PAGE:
8. Bedaiwy M, El-Nashar S, El Saman A, Evers J, Sandadi S, Desai N, et al. Reproductive outcome after transplantation of ovarian tissue: a systematic review. Hum Reprod Update 2008;23:2709-17.

9. Shi J, Yoshino O, Osuga Y, Koga K, Hirota Y, Hirata T, et al. Bone morphogenetic protein-6 stimulates gene expression of follicle-stimulating hormone receptor, inhibin/activin beta subunits, and anti-Müllerian hormone in human granulosa cells. Fertil Steril 2009;92:1794-8.

Published online in Fertility and Sterility doi:10.1016/j.fertnstert.2010.02.035

The Authors Respond:

We would like thank Prof. Sonmezer et al. for their interest in our work (1). Our study investigated the serial changes of serum anti-Müllerian hormone (AMH) levels after laparoscopic ovarian cystectomy. The results showed that serum AMH levels significantly decreased on the seventh day postoperatively compared to the preoperative level. These findings supported that surgery-related ovarian damage could happen. The decreased serum AMH levels after surgery recovered to 65% of preoperative levels after three months.

Ovarian reserve is defined as the functional potential of the ovary and reflects the number and quality of the follicles left in the ovary at any given time (2). However, there are currently no definite estimates to measure quantitative ovarian reserve in reproductive age. Instead, various tests and markers reflecting ovarian reserve have been developed, such as ovarian responses to hyperstimulation (3) or other hormonal tests such as FSH, inhibin B, estradiol, and AMH levels on day 3 of the menstrual cycle (4). Among these factors, serum AMH levels have recently been acknowledged to reflect ovarian reserve as well as serum FSH and E2 levels studied on day 3 of the menstrual cycle. The use of a cycle-independent serum marker to predict the ovarian reserve is thought to be more attractive than the time-consuming and not always well-standardized ovarian reserve tests used in earlier studies (5).

We assessed ovarian reserve by measuring serum AMH level. The change of AMH level indirectly reflects the change in ovarian reserve. Of course, vascular damage during ovarian surgery could induce the initial decrease of serum AMH level.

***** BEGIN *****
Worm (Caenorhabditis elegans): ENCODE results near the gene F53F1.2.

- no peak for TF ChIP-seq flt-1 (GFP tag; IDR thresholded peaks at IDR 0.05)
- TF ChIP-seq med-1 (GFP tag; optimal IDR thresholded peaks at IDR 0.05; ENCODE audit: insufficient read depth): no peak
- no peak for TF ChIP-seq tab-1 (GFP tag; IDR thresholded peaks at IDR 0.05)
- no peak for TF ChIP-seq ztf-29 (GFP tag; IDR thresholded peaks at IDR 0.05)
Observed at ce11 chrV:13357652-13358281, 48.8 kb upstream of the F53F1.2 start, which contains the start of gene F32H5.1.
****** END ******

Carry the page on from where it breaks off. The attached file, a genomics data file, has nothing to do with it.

We suggested several possible mechanisms of recovery in ovarian reserve, as reflected by AMH level, after the initial decrease from ovarian cystectomy. The improvement of serum AMH levels may reflect a reperfusion of ovarian tissue, compensatory reactive hyperfunctioning of granulosa cells, rescue from atretic follicles, and, the most controversial theory, regeneration of ovarian follicles. There may be proliferating germ cells present in the postnatal mammalian ovary that are capable of replenishing the pool of follicles (6).

Acute ovarian failure refers to the loss of ovarian function that arises during or shortly after the completion of cancer therapy. By contrast, “premature menopause” refers to the loss of ovarian function that occurs years after completion of cancer therapy following a window of normal functioning. Many prepubertal and adolescent female cancer survivors demonstrate normalization of FSH levels over time, and only a minority appears to experience irreversible ovarian failure requiring long-term hormone replacement therapy (7). Although histological examinations of ovarian tissue and ultrasound findings of these women have revealed a decreased number of ovarian follicles and follicular growth compared with
age-matched controls, they recovered ovarian function, experienced regular menstruation and even conceived naturally (8). It means that a part of ovarian function has undergone a reversible change during or after cancer therapy.

Because the mechanism of serum AMH improvement after ovarian cystectomy has not been elucidated, “restoration of ovarian reserve” is not definitely incorrect. We are confident that our conclusion should remain as it is. Our study suggests that we should measure serum AMH levels to assess ovarian reserve function more exactly at least 3 months after ovarian cystectomy.

Hye Jin Chang, M.D., Ph.D.a,b
Chang Suk Suha, M.D, Ph.D.a
aDepartment of Obstetrics and Gynecology
bHealth Promotion Center
Seoul National University Bundang Hospital
Seoul, South Korea

References
1. Chang HJ, Han SH, Lee JR, Jee BC, Lee BI, Suh CS et al. Impact of laparoscopic cystectomy on ovarian reserve: serial changes of serum anti-Mullerian hormone levels. Fertil Steril 2009.

2. Block E. Quantitative morphological investigations of the follicular system in women; variations at different ages. Acta Anat (Basel) 1952;14:108-23.

3. Maheshwari A, Fowler P, Bhattacharya S. Assessment of ovarian reserve–should we perform tests of ovarian reserve routinely? Hum Reprod 2006;21:2729-35.

4. Fanchin R, Schonauer LM, Righini C, Guibourdenche J, Frydman R, Taieb J. Serum anti-Mullerian hormone is more strongly related to ovarian follicular status than serum inhibin B, estradiol, FSH and LH on day 3. Hum Reprod 2003;18:323-7.

5. Hehenkamp WJ, Looman CW, Themmen AP, de Jong FH, Te Velde ER, Broekmans FJ. Anti-Mullerian hormone levels in the spontaneous menstrual cycle do not show substantial fluctuation. J Clin Endocrinol Metab 2006;91:4057-63.

6. Johnson J, Canning J, Kaneko T, Pru JK, Tilly JL. Germline stem cells and follicular renewal in the postnatal mammalian ovary. Nature 2004;428:145-50.

7. Sklar C. Maintenance of ovarian function and risk of premature menopause related to cancer treatment. J Natl Cancer Inst Monogr 2005:25-7.

8. Larsen EC, Muller J, Schmiegelow K, Rechnitzer C, Andersen AN. Reduced ovarian function in long-term survivors of radiation- and chemotherapy-treated childhood cancer. J Clin Endocrinol Metab 2003;88:5307-14.

Published online in Fertility and Sterility doi:10.1016/j.fertnstert.2010.02.034